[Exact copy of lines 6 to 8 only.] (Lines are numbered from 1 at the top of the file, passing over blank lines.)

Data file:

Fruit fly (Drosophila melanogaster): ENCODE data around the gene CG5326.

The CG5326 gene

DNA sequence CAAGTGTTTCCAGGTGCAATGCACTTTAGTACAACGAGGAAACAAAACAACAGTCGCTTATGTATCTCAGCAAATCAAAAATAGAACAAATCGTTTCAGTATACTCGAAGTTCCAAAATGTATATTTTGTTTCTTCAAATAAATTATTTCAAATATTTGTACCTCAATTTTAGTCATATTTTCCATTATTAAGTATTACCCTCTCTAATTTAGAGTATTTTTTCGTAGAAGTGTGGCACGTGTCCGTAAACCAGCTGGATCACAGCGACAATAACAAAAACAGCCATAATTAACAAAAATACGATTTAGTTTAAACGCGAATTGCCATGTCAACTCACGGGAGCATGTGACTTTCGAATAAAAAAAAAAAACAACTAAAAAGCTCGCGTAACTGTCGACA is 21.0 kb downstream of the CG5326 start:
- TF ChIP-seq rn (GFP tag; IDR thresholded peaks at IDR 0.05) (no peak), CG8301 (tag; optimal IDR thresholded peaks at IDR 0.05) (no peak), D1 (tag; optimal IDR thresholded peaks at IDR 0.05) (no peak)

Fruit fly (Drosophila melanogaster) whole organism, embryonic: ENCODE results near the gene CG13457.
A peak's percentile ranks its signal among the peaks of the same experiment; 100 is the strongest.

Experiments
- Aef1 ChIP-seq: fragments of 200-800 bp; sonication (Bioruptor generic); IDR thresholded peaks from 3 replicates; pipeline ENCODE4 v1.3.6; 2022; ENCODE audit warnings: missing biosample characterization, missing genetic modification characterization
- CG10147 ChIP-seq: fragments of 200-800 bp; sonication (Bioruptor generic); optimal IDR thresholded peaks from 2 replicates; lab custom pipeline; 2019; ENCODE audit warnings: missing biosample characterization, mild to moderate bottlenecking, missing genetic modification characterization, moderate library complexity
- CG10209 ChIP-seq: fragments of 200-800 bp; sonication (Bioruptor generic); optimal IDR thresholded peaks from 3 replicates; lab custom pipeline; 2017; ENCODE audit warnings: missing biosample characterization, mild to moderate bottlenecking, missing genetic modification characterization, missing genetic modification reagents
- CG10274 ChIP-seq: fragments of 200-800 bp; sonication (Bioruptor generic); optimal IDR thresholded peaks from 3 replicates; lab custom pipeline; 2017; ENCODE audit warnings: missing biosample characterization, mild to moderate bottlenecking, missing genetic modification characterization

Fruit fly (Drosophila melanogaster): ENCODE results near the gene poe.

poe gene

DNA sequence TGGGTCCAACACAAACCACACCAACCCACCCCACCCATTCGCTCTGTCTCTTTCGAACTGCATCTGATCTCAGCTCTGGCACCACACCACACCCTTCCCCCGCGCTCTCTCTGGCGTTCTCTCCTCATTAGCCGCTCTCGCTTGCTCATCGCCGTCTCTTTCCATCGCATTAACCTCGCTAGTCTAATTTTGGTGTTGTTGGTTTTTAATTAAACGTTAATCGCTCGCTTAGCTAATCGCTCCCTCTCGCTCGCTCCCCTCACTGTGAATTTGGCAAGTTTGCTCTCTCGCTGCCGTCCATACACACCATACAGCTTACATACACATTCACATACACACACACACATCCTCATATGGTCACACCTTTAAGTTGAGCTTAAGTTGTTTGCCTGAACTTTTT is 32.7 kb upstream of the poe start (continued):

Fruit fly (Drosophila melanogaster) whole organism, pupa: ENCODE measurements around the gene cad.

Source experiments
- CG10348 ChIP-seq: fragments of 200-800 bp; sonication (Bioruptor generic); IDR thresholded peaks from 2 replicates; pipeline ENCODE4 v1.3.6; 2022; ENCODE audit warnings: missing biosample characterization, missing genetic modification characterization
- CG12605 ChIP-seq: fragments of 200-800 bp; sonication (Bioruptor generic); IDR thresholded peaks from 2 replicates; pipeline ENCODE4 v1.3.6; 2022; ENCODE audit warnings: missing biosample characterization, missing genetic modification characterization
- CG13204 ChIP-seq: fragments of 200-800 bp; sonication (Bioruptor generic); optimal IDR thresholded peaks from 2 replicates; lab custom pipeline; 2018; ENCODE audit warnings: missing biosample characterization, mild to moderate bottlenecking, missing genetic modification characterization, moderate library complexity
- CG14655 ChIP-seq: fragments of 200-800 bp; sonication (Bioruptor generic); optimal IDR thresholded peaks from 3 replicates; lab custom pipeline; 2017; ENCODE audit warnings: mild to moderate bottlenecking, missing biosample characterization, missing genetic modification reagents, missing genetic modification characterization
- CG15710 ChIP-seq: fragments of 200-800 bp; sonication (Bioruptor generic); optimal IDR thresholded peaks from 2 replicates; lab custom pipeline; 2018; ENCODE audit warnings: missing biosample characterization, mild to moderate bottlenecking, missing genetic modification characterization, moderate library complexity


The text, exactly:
A peak's percentile ranks its signal among the peaks of the same experiment; 100 is the strongest.

Experiments
- Aef1 ChIP-seq: fragments of 200-800 bp; sonication (Bioruptor generic); IDR thresholded peaks from 3 replicates; pipeline ENCODE4 v1.3.6; 2022; ENCODE audit warnings: missing biosample characterization, missing genetic modification characterization